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I am having a terrible time trying to do something that should be easy. I have a NSNumber value of 32025.89 seconds. I need to represent that in Hours, Minutes, Seconds. Is there a method that spits that out? I can't seem to find a proper formatter.

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Duplicate of stackoverflow.com/questions/1237778/… . –  Peter Hosey Oct 7 '09 at 2:14

4 Answers 4

up vote 7 down vote accepted

Have you tried creating an NSDate from that and printing that using an NSDateFormatter?

NSDate *date = [NSDate dateWithTimeIntervalSince1970:[theNumber doubleValue]];
NSDateFormatter *formatter = [[NSDateFormatter alloc] init];
[formatter setDateFormat:@"HH:mm:ss"];
NSLog(@"%@", [formatter stringFromDate:date]); 
[formatter release];

If you need the individual values for hours, minutes, and seconds, use NSDateComponents as suggested by nall.

The above won't print the correct amounts if the NSNumber represents more than one day. It could be 1 day and 1 hour, and it would only print 01:00:00. In such a case you should calculate hours, minutes and seconds manually.

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This is more along the lines of what I was looking for. I know I could od the math but I was trying to find a way that essentially did it for me -- NSDateFormatter was I guess, what I needed. Thanks. –  SonnyBurnette Oct 7 '09 at 1:00
    
Using this code I had a user who got an incorrect value - instead of 03:00 for 180 seconds - they got 33:00. They were in a timezone which was 4.5 hours ahead and I wondered if the half hour in their timezone could possibly have caused this... –  petenelson Aug 6 '13 at 8:52

If you don't want to just divide it out, try this. It may be close enough for your purposes. Note: It doesn't account for sub-second precision. (setSecond takes an NSInteger).

NSDateComponents* c = [[[NSDateComponents alloc] init] autorelease];
[c setSecond:32025.89];

NSCalendar* cal = [[[NSCalendar alloc] initWithCalendarIdentifier:NSGregorianCalendar]
                   autorelease];

NSDate* d = [cal dateFromComponents:c];

NSDateComponents* result = [cal components:NSHourCalendarUnit |
                                           NSMinuteCalendarUnit |
                                           NSSecondCalendarUnit
                                  fromDate:d];

NSLog(@"%d hours, %d minutes, %d seconds",
    [result hour], [result minute], [result second]);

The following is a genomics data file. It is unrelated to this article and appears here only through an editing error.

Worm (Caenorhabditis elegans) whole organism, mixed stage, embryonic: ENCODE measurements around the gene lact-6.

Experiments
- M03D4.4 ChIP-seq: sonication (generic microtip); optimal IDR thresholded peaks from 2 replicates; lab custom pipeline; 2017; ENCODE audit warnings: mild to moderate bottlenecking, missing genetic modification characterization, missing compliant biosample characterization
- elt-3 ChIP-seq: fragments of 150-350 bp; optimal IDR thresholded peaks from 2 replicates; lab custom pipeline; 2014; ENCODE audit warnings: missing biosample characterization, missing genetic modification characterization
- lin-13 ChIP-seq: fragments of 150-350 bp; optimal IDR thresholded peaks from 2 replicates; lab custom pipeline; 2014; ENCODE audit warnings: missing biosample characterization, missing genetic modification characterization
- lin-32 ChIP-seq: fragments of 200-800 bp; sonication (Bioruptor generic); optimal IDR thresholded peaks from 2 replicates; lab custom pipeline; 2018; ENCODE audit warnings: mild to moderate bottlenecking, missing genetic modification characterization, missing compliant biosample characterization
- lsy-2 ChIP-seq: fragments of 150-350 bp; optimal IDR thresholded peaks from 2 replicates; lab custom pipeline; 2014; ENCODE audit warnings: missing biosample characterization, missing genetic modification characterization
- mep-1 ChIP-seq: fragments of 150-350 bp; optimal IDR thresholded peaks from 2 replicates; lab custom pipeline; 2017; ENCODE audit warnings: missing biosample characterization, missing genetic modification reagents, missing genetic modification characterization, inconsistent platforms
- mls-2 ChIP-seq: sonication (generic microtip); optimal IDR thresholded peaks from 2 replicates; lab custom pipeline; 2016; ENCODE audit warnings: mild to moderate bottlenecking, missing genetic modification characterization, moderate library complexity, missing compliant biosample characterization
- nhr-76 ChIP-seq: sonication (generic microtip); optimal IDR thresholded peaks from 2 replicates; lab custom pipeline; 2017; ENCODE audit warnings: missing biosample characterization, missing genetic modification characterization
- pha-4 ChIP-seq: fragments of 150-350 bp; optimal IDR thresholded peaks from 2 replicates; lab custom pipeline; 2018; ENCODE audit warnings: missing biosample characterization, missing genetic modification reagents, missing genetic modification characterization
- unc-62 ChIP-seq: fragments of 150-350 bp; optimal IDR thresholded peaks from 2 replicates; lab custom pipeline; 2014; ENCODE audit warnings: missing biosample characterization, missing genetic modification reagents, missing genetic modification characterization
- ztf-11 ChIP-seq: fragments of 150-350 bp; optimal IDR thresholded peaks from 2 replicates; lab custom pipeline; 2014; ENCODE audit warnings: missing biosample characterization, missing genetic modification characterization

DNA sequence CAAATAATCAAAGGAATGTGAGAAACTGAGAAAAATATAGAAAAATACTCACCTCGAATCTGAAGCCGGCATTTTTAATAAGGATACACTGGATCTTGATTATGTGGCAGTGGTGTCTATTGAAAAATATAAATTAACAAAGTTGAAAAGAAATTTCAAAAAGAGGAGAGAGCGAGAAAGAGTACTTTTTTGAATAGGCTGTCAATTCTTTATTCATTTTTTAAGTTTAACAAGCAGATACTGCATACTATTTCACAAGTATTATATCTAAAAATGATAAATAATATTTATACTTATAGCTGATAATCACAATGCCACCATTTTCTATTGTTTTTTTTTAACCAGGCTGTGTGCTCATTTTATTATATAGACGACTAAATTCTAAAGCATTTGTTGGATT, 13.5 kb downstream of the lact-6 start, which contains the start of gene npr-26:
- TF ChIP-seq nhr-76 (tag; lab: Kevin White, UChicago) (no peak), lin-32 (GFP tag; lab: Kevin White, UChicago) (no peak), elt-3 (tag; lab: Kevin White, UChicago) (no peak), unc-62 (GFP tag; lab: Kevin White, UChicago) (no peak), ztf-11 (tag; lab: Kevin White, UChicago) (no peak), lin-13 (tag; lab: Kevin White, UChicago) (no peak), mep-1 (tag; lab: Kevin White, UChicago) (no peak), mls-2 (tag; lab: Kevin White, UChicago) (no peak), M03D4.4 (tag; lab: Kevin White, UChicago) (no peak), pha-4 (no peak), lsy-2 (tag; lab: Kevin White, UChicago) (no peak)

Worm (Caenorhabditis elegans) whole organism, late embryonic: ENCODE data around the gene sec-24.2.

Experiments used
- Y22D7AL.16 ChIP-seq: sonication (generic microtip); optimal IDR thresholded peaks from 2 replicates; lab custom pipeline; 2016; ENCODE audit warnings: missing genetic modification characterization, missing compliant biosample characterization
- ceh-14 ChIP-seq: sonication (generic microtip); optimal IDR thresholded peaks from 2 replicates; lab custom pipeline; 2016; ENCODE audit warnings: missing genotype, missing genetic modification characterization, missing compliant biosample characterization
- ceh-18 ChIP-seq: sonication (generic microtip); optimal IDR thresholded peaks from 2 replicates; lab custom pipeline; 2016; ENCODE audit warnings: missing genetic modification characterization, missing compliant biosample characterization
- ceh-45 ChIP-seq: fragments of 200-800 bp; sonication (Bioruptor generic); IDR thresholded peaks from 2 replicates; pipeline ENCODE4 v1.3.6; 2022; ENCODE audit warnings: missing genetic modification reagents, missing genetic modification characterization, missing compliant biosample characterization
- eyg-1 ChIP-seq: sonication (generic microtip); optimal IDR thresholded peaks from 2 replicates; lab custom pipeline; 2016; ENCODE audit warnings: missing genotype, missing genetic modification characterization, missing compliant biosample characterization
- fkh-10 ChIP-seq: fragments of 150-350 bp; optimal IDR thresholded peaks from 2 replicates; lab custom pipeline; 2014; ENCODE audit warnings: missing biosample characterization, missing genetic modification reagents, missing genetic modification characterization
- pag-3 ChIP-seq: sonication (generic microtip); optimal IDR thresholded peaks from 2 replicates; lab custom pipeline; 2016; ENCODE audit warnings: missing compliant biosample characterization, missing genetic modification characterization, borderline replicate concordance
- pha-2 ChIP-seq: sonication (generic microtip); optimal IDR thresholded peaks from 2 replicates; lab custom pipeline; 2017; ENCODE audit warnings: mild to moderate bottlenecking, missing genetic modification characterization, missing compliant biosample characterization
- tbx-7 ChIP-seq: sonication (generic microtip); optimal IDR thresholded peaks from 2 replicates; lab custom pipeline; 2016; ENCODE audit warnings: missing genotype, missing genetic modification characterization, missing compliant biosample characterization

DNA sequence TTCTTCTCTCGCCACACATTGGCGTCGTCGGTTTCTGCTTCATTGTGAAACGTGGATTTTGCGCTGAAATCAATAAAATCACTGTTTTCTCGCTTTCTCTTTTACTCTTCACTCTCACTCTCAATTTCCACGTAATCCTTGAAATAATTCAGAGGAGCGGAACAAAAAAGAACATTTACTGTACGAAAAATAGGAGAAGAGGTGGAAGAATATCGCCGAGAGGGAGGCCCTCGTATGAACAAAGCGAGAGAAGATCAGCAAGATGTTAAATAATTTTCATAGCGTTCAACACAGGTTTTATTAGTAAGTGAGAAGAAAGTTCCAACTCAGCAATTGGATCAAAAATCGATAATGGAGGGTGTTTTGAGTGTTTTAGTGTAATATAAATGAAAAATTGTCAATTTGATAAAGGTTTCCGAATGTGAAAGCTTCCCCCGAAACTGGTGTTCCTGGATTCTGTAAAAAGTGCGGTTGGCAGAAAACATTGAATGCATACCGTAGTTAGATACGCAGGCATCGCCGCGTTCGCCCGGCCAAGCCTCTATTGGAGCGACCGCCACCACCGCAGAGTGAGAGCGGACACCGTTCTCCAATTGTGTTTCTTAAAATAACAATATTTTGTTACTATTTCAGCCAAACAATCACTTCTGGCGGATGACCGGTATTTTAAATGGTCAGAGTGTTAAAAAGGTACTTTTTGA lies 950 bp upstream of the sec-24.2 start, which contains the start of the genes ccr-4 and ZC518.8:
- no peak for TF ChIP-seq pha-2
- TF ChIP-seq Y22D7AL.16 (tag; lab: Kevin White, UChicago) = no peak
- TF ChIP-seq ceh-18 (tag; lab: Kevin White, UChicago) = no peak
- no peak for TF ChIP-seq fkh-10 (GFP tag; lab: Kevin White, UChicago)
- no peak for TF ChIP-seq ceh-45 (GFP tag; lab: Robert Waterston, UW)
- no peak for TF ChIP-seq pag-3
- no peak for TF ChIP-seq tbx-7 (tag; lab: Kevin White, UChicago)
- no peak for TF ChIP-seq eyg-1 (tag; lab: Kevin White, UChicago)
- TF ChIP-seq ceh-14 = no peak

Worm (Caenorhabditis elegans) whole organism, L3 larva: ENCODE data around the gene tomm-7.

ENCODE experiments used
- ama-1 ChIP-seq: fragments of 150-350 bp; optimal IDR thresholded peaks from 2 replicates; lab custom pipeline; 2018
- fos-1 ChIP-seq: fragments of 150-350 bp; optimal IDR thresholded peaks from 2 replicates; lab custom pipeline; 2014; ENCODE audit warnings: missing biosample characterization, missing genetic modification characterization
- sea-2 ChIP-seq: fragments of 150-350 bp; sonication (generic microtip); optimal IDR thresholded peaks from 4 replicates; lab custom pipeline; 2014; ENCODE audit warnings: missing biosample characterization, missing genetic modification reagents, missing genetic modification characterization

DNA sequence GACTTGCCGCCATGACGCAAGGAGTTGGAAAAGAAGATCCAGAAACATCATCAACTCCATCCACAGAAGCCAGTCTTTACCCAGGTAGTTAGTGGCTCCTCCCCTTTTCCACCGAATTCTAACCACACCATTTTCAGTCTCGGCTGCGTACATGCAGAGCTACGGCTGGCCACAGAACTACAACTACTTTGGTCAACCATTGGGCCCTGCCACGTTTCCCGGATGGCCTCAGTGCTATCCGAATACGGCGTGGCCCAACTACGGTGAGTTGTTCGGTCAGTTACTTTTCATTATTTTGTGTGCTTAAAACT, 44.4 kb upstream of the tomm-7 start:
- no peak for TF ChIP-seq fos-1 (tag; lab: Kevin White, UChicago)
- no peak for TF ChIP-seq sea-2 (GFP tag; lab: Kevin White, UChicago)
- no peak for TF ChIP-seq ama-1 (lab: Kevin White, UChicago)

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Does not work beyond 24 hours (hours will go to 0 etc) –  Jonny Apr 30 '13 at 6:11

Here's a way without any libraries except for modf() from math.h:

float fsec = 32025.89f, frac = 0;
int milliseconds = (int)(modf(fsec, &frac) * 1000);
int isec = (int)frac;
int hours = isec / 3600;
int minutes = (isec % 3600) / 60;
int seconds = isec % 60;
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I just noticed that you divide 0 by 3600 to get hours. That's a typo, right? You means to say "fsec / 3600" right? –  SonnyBurnette Oct 7 '09 at 1:08
    
And what does frexp have to do with this ?? –  Robert L Oct 7 '09 at 1:11
    
um... it extracts the fraction part and the integer part of a floatingh pointer number. In this case, the milliseconds and seconds. –  Nick Bedford Oct 7 '09 at 1:41
    
@Sonny the frexp(fsec, &isec) call is filling in isec with the integer part of the fsec value in the process. –  Nick Bedford Oct 8 '09 at 7:36
    
@Nick wrong function, read the docs. –  Robert L Oct 8 '09 at 10:52

NSNumber *valueForDisplay = [NSNumber numberWithDouble: [self valueForDisplay:clockName]];

NSNumber *totalDays = [NSNumber numberWithDouble:
         ([valueForDisplay doubleValue] / 86400)];
NSNumber *totalHours = [NSNumber numberWithDouble:
         (([valueForDisplay doubleValue] / 3600) -
          ([totalDays intValue] * 24))];
NSNumber *totalMinutes = [NSNumber numberWithDouble:
         (([valueForDisplay doubleValue] / 60) -
         ([totalDays intValue] * 24 * 60) -
         ([totalHours intValue] * 60))];
NSNumber *totalSeconds = [NSNumber numberWithInt:
         ([valueForDisplay intValue] % 60)];
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